3:12 Put on therefore, as God's chosen ones, holy and beloved, a heart of compassion, kindness, lowliness, humility, and perseverance; 3:13 bearing with one another, and forgiving each other, if any man has a complaint against any; even as Christ forgave you, so you also do.

3:14 Above all these things, walk in love, which is the bond of perfection. 3:15 And let the peace of God3 rule in your hearts, to which also you were called in one body; and be thankful. 3:16 Let the word of Christ4 dwell in you5 richly; in all wisdom teaching and admonishing one another with psalms, hymns, and spiritual songs, singing with grace in your heart to the Lord.

3:17 Whatever you do, in word or in deed, do all in the name of the Lord Jesus, giving thanks to God the Father, through him.

  1. things that are above. What are the things that are above? Whatever uplifts mind, body, or soul belongs to the things that are above.
  2. our life. Is it possible to “let the peace of Christ rule in your hearts” regardless of external conditions? It is. By staying the mind on God and the things that are above and by expressing only what is in the mind, we can be at peace regardless of conditions or circumstances. Compare with Isaiah 26.3: “Thou wilt keep him in perfect peace, whose mind is stayed on thee; because he trusteth in thee.”
  3. peace of God (ASV, peace of Christ.). Is it possible to “let the peace of Christ rule in your hearts” regardless of external conditions? It is. By staying the mind on God and the things that are above and by expressing only what is in the mind, we can be at peace regardless of conditions or circumstances. “Thou wilt keep him in perfect peace, whose mind is stayed on thee; because he trusteth in thee” (Isaiah 26:3)
  4. word of Christ. Does our word commit us as definitely as our deed? Our spoken word is as clear an expression of ourselves as our deeds. “Whatsoever ye do in word or in deed” puts both in the class of acts of will.
  5. dwell in you. Explain how we learn to recognize the Spirit of truth as indwelling. Through meditating on the Spirit of truth, believing in it as the fundamental reality of our being, expecting its guidance, directing toward it the desire of our heart, and focusing our thoughts upon it, we learn to recognize it as indwelling.

A Household Code To Get In the Flow of Life1

3:18 Wives, be in subjection to your husbands, as is fitting in the Lord.

3:19 Husbands,2 love your wives, and don't be bitter against them.

3:20 Children, obey your parents in all things, for this pleases the Lord.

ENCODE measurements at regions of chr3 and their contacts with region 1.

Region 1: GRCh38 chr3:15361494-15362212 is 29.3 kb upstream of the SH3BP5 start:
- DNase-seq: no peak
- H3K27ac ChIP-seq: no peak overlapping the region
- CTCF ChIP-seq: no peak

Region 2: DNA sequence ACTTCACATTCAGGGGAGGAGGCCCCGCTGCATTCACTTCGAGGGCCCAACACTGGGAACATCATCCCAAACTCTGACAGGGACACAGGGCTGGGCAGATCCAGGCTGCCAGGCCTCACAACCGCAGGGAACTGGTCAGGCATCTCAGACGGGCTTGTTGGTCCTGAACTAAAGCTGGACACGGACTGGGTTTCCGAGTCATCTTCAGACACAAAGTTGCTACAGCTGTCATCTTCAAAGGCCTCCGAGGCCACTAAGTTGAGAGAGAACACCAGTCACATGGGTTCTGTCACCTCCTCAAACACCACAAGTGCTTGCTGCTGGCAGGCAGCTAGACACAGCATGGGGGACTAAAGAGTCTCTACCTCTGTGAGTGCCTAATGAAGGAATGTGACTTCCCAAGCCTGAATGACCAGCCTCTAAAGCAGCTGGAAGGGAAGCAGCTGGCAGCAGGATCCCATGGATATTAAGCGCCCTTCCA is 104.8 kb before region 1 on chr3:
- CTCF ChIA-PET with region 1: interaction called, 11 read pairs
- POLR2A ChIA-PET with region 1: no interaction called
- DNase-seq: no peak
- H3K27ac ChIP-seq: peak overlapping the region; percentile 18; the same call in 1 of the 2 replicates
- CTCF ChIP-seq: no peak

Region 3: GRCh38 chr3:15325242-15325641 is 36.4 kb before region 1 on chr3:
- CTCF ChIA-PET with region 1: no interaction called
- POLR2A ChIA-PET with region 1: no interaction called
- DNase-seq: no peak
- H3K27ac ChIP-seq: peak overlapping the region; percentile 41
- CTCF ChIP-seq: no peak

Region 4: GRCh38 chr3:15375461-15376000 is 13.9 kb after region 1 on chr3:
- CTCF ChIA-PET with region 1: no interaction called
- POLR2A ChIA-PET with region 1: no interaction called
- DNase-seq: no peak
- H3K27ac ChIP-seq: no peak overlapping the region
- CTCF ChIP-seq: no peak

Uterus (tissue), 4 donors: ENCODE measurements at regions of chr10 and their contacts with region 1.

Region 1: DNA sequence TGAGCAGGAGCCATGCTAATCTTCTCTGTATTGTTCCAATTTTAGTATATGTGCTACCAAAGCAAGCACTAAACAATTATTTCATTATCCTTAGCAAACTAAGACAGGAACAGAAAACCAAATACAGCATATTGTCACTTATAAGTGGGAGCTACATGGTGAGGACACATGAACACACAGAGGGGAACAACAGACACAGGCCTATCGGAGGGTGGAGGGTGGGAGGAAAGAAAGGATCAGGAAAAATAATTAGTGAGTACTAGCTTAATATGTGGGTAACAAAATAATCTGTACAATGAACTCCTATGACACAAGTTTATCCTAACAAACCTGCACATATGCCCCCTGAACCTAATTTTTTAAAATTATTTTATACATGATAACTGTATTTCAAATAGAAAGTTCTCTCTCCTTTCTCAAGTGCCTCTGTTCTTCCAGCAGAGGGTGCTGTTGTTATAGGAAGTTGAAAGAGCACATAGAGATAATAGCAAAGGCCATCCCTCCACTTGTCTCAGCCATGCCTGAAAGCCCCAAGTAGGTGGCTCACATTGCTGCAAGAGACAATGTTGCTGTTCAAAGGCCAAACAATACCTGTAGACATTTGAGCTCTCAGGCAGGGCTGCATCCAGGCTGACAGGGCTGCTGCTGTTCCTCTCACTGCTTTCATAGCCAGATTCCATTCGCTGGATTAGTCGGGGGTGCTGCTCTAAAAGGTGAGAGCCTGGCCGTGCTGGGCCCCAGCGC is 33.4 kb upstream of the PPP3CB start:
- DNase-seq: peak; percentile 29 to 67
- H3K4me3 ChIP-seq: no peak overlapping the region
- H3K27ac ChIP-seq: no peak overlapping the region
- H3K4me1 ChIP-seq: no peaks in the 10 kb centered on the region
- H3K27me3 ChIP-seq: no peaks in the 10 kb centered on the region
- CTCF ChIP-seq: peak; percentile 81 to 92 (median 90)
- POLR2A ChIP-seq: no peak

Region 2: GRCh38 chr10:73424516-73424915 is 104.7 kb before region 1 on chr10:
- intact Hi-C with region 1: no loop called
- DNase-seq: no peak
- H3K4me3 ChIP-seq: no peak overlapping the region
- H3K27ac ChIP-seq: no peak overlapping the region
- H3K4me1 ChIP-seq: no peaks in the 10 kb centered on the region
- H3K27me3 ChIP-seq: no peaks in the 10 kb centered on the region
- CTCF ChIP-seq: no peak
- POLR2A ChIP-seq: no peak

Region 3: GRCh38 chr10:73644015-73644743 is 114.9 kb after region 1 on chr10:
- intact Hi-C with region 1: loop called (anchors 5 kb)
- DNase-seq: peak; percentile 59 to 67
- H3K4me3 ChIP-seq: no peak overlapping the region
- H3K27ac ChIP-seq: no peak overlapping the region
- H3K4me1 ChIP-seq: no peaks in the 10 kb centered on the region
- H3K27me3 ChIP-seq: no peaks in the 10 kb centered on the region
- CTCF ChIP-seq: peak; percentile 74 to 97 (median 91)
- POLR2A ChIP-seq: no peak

3:21 Fathers,3 don't provoke your children, so that they won't be discouraged.

3:22 Servants, obey in all things those who are your masters according to the flesh, not just when they are looking, as men pleasers, but in singleness of heart, fearing God. 3:23 And whatever you do, work heartily, as for the Lord,4 and not for men, 3:24 knowing that from the Lord you will receive the reward of the inheritance; for you serve the Lord Christ. 3:25 But he who does wrong will receive again for the wrong that he has done, and there is no partiality.

  1. Household Code. A social media meme which encouraged Stoicism for keeping a peaceful order in Roman and Greek households. Later inserted in Christian scripture to defend the Jesus movement from pagan criticism of disorderly egalitarianism. See metaphysical interpretations at Ephesians 5:22-6:9, Colossians 3:18-4:1, Titus 2:1-10 and 1 Peter 2:18-3:1-8.
  2. Wives, Husbands. Love is not to be found. It’s not a matter of finding the right person, but being the right person. Unless we know this, we will tend to place all kinds of unreal expectations on a relationship even before it happens... It’s important to get back to basics, you are a wonderful, capable, beautiful person in your transcended self. This is the root of you, this is the heart of you. You may not know it, you may frustrate it, this is what you are... And your basic need is not to be loved but to love. (Eric Butterworth Unity Podcast #67/On Forming Relationships.)
  3. Children, Fathers. In the creative flow of life, God is the true parent. Gibran says, “Your children are not your children. They are sons and daughters of life’s longing for itself. They come through you but not from you...” Thus, the parent must honor the father-mother principle of life by keeping a true perspective in the role of parenthood. (Eric Butterworth Speaks #70/How To Break the 5th Commandment)
  4. Servants, masters; work heartily, as for the Lord. Eric Butterworth has said, "The chains that bind us in life are forged in our own thoughts of self-limitation. Freedom is our inheritance, but ours is the responsibility to “stir up the gift of God,” to get our faith lifted, and to work up a spontaneous enthusiasm for life. Emerson says, “Nothing great was ever achieved without enthusiasm.” Actually, we are born with enthusiasm. It is that “spark of celestial fire” at the core of our being. The apathetic life simply has the flame turned down—and it can be turned up whenever one cares to do so... You may say,”Enthusiasm is fine, but with my problems what do I have to be enthusiastic about?” This is the great fallacy. Enthusiasm is not a response, but a cause. The enthusiastic person does not act in that way because things are going well. Things go well because he is enthusiastic. Get the fire turned on and your consciousness tuned in by working with a realization such as this one: “I am alive, awake, alert, joyous, and enthusiastic about life.” (Eric Butterworth Speaks #70/The "High Way" to Freedom)